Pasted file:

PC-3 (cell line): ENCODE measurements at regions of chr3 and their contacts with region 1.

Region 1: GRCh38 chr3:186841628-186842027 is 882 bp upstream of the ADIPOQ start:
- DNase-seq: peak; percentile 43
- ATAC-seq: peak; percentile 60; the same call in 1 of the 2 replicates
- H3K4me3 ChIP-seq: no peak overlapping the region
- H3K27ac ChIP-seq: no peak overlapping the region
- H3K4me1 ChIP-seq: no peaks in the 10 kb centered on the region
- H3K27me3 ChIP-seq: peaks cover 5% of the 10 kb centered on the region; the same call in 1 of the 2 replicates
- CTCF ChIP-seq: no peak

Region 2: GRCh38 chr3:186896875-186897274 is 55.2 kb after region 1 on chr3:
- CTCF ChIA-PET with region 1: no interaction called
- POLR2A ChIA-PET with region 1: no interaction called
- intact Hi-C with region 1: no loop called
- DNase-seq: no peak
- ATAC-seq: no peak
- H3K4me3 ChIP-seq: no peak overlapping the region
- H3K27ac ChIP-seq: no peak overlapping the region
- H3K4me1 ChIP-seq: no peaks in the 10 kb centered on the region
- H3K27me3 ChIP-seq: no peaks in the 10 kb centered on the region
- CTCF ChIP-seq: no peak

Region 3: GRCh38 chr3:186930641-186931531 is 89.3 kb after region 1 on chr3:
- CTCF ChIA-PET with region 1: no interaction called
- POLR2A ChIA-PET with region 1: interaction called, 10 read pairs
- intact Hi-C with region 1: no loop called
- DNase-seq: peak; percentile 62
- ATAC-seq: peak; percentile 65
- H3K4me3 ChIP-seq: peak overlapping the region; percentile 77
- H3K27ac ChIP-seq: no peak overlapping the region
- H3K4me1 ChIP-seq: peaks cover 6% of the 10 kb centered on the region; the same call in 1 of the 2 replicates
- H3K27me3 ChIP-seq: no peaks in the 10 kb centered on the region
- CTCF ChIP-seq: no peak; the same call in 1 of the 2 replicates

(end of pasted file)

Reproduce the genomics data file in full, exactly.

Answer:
PC-3 (cell line): ENCODE measurements at regions of chr3 and their contacts with region 1.

Region 1: GRCh38 chr3:186841628-186842027 is 882 bp upstream of the ADIPOQ start:
- DNase-seq: peak; percentile 43
- ATAC-seq: peak; percentile 60; the same call in 1 of the 2 replicates
- H3K4me3 ChIP-seq: no peak overlapping the region
- H3K27ac ChIP-seq: no peak overlapping the region
- H3K4me1 ChIP-seq: no peaks in the 10 kb centered on the region
- H3K27me3 ChIP-seq: peaks cover 5% of the 10 kb centered on the region; the same call in 1 of the 2 replicates
- CTCF ChIP-seq: no peak

Region 2: GRCh38 chr3:186896875-186897274 is 55.2 kb after region 1 on chr3:
- CTCF ChIA-PET with region 1: no interaction called
- POLR2A ChIA-PET with region 1: no interaction called
- intact Hi-C with region 1: no loop called
- DNase-seq: no peak
- ATAC-seq: no peak
- H3K4me3 ChIP-seq: no peak overlapping the region
- H3K27ac ChIP-seq: no peak overlapping the region
- H3K4me1 ChIP-seq: no peaks in the 10 kb centered on the region
- H3K27me3 ChIP-seq: no peaks in the 10 kb centered on the region
- CTCF ChIP-seq: no peak

Region 3: GRCh38 chr3:186930641-186931531 is 89.3 kb after region 1 on chr3:
- CTCF ChIA-PET with region 1: no interaction called
- POLR2A ChIA-PET with region 1: interaction called, 10 read pairs
- intact Hi-C with region 1: no loop called
- DNase-seq: peak; percentile 62
- ATAC-seq: peak; percentile 65
- H3K4me3 ChIP-seq: peak overlapping the region; percentile 77
- H3K27ac ChIP-seq: no peak overlapping the region
- H3K4me1 ChIP-seq: peaks cover 6% of the 10 kb centered on the region; the same call in 1 of the 2 replicates
- H3K27me3 ChIP-seq: no peaks in the 10 kb centered on the region
- CTCF ChIP-seq: no peak; the same call in 1 of the 2 replicates